The Piece of Paper

We'll start, paradoxically, with the ending of the routine, the final piece of paper chosen by the spectator. It must have print on both sides but only one side has a bold phrase that easily stands out. David guides his volunteer to this phrase by asking her, for example, to "Read out any words that makes sense." Or alternatively, as the volunteer is examining the paper, "Is there any paragraph or obvious start to a sentence?" That is the phrase David predicts and writes on the back of the photograph (a 10x8 publicity shot), which is then placed, into an envelope.

He has kept a sample of all the predictions from every performance of The Newspaper Prediction for the last forty-five years and logged them on file cards, noting where and when the performance was given. The reason is that he doesn't want to use the same phrase, or anything similar, when he makes a repeat appearance at the same venue.

The prediction phrase is chosen carefully and they fall into several categories. Some, like the one in our example, are straightforward, easy to remember combinations of words like "Once upon a time."

Others can be used to comic effect such as the phrase, "There's nothing on it." When David asks for the chosen words and the lady responds saying, "There's nothing on it," David can extract a lot of fun from the situation, repeating his question and getting the same answer until he finally understands what the lady is trying to tell him.

If performing at a product launch or sales presentation David chooses phrases that might reflect some aspect of the item he's selling. Not the name of the product, just something that will have a resonance for those watching.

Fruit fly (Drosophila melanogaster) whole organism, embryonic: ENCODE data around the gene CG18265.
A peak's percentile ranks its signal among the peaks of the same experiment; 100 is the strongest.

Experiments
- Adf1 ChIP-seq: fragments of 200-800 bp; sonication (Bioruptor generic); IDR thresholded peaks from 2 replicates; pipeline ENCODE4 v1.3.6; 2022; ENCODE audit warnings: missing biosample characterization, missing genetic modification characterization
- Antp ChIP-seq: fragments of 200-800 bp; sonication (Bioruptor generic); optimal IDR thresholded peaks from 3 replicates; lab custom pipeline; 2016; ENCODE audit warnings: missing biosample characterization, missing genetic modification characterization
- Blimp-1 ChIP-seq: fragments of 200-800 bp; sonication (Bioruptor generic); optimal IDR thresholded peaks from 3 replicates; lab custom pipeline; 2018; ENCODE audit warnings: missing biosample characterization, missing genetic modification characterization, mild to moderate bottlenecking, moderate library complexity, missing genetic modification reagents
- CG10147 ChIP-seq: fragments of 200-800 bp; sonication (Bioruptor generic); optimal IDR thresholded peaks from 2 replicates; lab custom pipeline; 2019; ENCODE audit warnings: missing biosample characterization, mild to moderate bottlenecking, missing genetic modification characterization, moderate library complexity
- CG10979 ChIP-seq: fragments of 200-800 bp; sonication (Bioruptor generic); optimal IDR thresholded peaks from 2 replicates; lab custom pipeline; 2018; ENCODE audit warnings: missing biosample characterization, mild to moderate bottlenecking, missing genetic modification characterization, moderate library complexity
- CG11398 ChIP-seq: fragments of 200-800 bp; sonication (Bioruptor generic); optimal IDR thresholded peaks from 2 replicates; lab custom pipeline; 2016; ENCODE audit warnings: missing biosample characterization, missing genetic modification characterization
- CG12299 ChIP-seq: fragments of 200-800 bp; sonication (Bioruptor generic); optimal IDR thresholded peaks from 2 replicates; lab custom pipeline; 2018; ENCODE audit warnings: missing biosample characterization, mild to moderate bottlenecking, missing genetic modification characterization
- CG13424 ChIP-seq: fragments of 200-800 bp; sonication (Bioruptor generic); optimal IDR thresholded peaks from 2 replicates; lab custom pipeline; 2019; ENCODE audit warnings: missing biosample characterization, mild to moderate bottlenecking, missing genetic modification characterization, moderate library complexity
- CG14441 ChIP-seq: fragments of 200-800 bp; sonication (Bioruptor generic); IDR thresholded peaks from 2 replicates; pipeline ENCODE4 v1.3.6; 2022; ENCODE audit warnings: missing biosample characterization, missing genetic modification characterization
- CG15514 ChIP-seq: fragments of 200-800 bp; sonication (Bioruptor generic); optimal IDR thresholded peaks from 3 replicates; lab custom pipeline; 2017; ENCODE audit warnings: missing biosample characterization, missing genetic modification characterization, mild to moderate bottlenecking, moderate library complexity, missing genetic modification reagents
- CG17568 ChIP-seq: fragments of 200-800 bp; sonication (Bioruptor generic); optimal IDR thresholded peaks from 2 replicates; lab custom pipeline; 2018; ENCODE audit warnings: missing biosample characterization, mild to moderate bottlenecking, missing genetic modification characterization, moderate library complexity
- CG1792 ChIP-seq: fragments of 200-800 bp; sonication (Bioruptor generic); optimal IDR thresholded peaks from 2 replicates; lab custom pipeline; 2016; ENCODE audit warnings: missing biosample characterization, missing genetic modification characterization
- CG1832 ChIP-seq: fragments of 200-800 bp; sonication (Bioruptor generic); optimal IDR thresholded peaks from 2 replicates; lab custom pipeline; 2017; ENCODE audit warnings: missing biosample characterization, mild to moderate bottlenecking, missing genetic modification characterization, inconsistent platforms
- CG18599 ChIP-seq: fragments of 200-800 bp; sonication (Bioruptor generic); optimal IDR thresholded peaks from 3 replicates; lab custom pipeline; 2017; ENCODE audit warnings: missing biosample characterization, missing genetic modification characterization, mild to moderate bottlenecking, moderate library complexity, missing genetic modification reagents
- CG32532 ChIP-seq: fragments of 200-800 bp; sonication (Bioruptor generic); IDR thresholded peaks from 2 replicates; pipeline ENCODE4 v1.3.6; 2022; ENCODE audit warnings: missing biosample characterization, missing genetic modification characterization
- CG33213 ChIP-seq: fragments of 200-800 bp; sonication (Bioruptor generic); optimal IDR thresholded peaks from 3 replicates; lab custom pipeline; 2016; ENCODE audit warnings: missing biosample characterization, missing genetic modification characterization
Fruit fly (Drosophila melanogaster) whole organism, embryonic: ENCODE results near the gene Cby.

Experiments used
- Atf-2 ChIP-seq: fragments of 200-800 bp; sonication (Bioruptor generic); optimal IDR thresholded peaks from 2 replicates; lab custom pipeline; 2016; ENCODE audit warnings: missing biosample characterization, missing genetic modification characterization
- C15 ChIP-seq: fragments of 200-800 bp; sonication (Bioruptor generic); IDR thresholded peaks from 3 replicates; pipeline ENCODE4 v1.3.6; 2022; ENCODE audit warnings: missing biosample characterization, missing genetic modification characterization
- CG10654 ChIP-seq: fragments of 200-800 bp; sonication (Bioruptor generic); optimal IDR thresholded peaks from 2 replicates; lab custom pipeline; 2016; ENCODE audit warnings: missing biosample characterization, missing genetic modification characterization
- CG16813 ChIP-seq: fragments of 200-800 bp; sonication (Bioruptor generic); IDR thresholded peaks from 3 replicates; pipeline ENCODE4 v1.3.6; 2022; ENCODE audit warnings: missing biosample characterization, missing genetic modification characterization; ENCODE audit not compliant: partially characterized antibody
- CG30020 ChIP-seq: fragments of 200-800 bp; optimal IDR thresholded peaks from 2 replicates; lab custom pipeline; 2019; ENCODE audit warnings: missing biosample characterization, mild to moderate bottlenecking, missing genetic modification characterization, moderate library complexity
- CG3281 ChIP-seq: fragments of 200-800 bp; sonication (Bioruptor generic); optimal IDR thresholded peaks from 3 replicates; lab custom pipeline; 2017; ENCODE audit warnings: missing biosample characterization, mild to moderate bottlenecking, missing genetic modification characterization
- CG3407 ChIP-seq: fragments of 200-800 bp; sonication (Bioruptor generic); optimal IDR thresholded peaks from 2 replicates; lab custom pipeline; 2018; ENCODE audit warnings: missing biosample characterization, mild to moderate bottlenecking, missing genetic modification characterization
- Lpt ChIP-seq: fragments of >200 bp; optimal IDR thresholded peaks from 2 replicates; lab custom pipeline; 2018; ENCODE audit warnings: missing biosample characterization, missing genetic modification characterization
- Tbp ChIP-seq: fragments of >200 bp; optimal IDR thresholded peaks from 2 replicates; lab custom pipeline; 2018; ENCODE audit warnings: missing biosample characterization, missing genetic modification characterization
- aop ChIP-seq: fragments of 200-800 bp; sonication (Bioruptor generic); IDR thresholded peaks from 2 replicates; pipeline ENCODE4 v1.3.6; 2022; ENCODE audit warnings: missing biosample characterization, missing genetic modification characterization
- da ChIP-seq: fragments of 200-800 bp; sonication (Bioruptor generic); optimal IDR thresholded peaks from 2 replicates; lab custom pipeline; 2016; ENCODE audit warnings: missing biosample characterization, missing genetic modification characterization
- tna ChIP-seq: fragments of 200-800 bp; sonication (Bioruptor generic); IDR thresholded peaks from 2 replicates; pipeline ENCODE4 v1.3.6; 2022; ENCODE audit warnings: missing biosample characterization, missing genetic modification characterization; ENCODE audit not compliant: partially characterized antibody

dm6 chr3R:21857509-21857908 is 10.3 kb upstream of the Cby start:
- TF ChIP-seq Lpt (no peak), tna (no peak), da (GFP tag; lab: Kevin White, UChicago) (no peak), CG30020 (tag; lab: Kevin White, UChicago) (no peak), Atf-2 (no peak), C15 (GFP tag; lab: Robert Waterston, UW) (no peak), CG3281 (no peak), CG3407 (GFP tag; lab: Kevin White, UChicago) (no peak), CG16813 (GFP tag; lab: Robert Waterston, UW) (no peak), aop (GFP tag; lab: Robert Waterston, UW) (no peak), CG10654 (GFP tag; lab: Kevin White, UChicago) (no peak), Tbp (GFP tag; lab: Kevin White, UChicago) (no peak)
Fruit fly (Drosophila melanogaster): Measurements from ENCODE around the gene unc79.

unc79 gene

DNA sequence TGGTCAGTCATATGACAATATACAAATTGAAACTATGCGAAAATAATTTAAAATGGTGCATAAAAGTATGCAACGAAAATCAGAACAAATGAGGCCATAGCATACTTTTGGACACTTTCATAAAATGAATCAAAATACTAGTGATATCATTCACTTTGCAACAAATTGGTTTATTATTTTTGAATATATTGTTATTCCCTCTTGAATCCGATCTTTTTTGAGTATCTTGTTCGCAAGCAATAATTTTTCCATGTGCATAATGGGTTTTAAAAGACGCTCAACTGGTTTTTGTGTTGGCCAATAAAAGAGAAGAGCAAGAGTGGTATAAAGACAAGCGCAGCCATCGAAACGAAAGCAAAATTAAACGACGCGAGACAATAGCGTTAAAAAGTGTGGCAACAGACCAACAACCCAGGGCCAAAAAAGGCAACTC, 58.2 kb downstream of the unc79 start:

Whichever phrase he uses he makes sure that it is the only phrase that is likely to catch the spectator's eye when it comes to making a choice. On the other hand it is also important that the opposite side of the paper is full of print and does not contain, for instance, a photograph or anything else that might lead the spectators to think that a word could not have been chosen from that side. Good solid print is the best option.

One further detail. The prediction phrase has to appear on whatever page is attached

PASES 35 & 36

PASES 35 & 36

to pages 3 and 4. In the example it was on page 35. Also, for aesthetic reasons, it shouldn't be too central or too near to the edge of the page.

Having decided on the prediction phrase, in this case "Once upon a time," David tears it out of about fourteen identical papers and assembles the torn squares into a packet. The top seven pieces of the packet are prediction phrase downwards. The bottom seven have the phrase facing upwards. This is so that the packet can be brought out of his pocket with either side uppermost and the volunteers will not prematurely catch sight of the predicted phrase. The pieces are held together with a paper clip and kept in the right jacket pocket.

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